Well, let’s say for the sake of the argument that he is wrong.
A lot of scientists propose theories that turn out to be wrong. As long as they don’t fake or fudge their evidence, what’s so bad about that? If he can be proved wrong, then presumably it weakens the case for ID and indirectly helps to advance the science of astromy by eliminating one possible theory.
What is simply intolerable in this and similar cases is that he is being kicked out of his job like a criminal for proposing a politically incorrect thesis. That isn’t the way science is supposed to work. Various people propose various theories, and the better theories work their way to the top and the others are discarded. Or, alternatively, the book is simply ignored.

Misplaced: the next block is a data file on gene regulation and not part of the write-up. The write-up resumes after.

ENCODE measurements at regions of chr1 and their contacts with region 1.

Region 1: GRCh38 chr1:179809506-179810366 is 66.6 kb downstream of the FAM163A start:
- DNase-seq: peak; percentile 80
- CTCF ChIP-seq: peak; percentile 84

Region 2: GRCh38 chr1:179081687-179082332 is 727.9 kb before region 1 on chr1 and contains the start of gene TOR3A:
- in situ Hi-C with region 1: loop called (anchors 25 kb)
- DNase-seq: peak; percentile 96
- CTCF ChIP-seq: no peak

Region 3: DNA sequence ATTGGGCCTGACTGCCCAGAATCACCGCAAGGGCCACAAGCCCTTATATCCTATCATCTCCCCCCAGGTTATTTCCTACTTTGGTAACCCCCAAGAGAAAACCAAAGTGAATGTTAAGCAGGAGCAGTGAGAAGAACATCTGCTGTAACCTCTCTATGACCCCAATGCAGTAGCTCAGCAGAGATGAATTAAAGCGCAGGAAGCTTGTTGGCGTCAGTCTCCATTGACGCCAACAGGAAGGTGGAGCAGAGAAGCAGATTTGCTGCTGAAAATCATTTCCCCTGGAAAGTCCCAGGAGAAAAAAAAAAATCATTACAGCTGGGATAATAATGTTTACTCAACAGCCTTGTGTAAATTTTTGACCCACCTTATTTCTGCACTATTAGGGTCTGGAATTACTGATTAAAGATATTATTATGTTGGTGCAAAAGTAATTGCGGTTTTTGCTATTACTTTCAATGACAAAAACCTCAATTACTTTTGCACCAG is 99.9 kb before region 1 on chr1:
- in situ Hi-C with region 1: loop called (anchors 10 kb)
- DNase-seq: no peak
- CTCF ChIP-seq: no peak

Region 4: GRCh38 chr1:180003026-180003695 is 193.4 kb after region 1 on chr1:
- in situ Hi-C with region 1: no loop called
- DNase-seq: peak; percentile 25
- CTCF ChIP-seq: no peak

There is a kind of hysterical bigotry and intolerance on the part of the anti-ID people that is truly frightening, because it suggests that our scientific establishment has really gone onto ideological steroids and is unwilling to adhere to the normal rules of scientific discourse. Instead they turn to bullying, persecution, and activist judges to enforce their beliefs, and will tolerate no questions whatever of their views.
You do know the difference, in science, between a hunch, a guess, a hypothesis and a theory, don't you?